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"Today, monolithic is king." Here are other highlights of the DLOAC event: Despite the fact that dentists continue to be slow to adopt digital impression techniques, the systems are still regarded as the future of dentistry given their benefits and the fact that new models are smaller, easier to use and less expensive than their predecessors.

"I'm convinced we're heading away from stone models," said Dr.

While these types of systems don't solve the core problem of poor impression-taking techniques, they don't require the dentist to change his technique, further digitizes the fabrication process and helps "bridge the gap" until more dentists get on board with intraoral scanners.

New digital systems and processes eliminate the need for a traditional, poured up model and materials for printed models are also being improved.

The company previewed its new Digital Prep Guide, currently in beta testing, at the Dental Laboratory Owners' Association of California's (DLOAC) CAD/CAM Expo and Symposium in November in Garden Grove, CA.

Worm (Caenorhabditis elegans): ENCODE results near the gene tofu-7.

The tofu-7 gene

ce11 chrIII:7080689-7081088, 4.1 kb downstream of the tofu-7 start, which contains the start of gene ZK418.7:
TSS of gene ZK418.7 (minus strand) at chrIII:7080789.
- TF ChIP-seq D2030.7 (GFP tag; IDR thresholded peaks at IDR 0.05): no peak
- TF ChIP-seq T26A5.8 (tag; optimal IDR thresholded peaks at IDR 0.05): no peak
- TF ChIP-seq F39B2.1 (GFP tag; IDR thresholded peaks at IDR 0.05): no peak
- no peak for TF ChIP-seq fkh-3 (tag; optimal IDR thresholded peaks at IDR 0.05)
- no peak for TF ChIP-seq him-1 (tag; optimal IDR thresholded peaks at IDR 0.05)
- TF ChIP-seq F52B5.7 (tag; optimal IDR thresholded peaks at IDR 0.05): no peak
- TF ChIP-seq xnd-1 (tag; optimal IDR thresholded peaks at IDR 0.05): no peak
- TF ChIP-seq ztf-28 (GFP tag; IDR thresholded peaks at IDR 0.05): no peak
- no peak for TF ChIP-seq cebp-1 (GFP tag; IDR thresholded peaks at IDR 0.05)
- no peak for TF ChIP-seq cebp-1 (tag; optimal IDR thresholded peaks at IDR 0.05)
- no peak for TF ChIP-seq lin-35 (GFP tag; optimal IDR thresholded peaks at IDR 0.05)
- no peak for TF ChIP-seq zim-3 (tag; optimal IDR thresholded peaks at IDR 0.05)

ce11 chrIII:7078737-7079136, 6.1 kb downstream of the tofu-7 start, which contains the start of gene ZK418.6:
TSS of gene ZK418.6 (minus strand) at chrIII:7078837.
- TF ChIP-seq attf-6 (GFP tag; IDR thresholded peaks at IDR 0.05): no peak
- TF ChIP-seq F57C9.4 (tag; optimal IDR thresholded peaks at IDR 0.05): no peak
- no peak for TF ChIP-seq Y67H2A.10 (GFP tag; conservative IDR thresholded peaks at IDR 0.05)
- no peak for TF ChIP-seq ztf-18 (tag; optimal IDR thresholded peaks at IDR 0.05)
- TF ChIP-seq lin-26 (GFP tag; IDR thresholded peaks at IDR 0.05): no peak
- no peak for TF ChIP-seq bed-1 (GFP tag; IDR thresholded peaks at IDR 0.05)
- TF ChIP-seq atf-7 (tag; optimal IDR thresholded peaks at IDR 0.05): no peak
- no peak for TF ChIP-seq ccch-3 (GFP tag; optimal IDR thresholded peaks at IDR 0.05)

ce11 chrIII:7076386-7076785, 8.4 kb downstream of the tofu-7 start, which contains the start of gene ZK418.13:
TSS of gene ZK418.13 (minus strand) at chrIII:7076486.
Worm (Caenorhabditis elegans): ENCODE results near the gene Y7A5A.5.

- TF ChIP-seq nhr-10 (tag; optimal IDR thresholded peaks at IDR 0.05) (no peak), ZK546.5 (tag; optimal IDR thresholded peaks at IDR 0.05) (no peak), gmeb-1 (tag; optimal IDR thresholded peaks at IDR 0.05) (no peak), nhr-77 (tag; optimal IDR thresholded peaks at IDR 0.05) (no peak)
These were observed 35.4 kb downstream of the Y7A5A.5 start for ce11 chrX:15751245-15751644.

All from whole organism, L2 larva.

Here's how it works: at the patient's first visit, if the dentist doesn't have an intraoral scanner, he takes a conventional impression then sends it to the lab where the technician fabricates a model, scans it and sends the digital file back to the dentist.

Nobel Biocare offered a limited release of its new software, Nobel Procera 4.7, which allows users to design and fabricate titanium abutments.

TRIOS, the much-anticipated intraoral scanner from 3Shape, is now available in the U. Retailing between ,000-,000, it doesn't require the use of spray, captures more than 3,000 2D images per second and includes tools that allow the dentist to edit his scans.

TRIOS resellers include Biodenta, Biolase, Cad Blu, 3DBio CAD and Kastle Mills in Canada.

"The system reduces prep time for a single unit to three to five minutes and eliminates a temp as well as an additional patient visit," said Daniel Jung, B&D's President and CTO, who has been working on the product for the last year and a half with his 20-person R&D team.

"We originally developed the system for Maryland-type bridges but we've expanded to full crowns and bridges and are also working on incorporating veneers." The system will be available early this year.

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